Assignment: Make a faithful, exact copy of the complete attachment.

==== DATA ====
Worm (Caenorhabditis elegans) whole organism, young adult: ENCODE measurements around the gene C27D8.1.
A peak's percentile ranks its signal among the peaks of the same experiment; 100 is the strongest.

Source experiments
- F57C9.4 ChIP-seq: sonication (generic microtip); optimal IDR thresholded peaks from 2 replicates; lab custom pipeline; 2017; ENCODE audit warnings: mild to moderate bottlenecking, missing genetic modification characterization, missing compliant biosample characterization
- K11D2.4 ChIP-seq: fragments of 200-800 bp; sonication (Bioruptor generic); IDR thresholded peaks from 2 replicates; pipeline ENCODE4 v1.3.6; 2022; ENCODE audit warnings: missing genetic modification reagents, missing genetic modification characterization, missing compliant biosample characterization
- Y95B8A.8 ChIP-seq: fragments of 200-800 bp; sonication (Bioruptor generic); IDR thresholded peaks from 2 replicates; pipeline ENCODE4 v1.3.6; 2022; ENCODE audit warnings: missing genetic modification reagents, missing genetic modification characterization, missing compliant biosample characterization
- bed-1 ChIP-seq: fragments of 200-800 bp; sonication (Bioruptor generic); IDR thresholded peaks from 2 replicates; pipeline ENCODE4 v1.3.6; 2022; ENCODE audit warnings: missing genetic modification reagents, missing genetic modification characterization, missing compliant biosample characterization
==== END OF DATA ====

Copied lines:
Worm (Caenorhabditis elegans) whole organism, young adult: ENCODE measurements around the gene C27D8.1.
A peak's percentile ranks its signal among the peaks of the same experiment; 100 is the strongest.

Source experiments
- F57C9.4 ChIP-seq: sonication (generic microtip); optimal IDR thresholded peaks from 2 replicates; lab custom pipeline; 2017; ENCODE audit warnings: mild to moderate bottlenecking, missing genetic modification characterization, missing compliant biosample characterization
- K11D2.4 ChIP-seq: fragments of 200-800 bp; sonication (Bioruptor generic); IDR thresholded peaks from 2 replicates; pipeline ENCODE4 v1.3.6; 2022; ENCODE audit warnings: missing genetic modification reagents, missing genetic modification characterization, missing compliant biosample characterization
- Y95B8A.8 ChIP-seq: fragments of 200-800 bp; sonication (Bioruptor generic); IDR thresholded peaks from 2 replicates; pipeline ENCODE4 v1.3.6; 2022; ENCODE audit warnings: missing genetic modification reagents, missing genetic modification characterization, missing compliant biosample characterization
- bed-1 ChIP-seq: fragments of 200-800 bp; sonication (Bioruptor generic); IDR thresholded peaks from 2 replicates; pipeline ENCODE4 v1.3.6; 2022; ENCODE audit warnings: missing genetic modification reagents, missing genetic modification characterization, missing compliant biosample characterization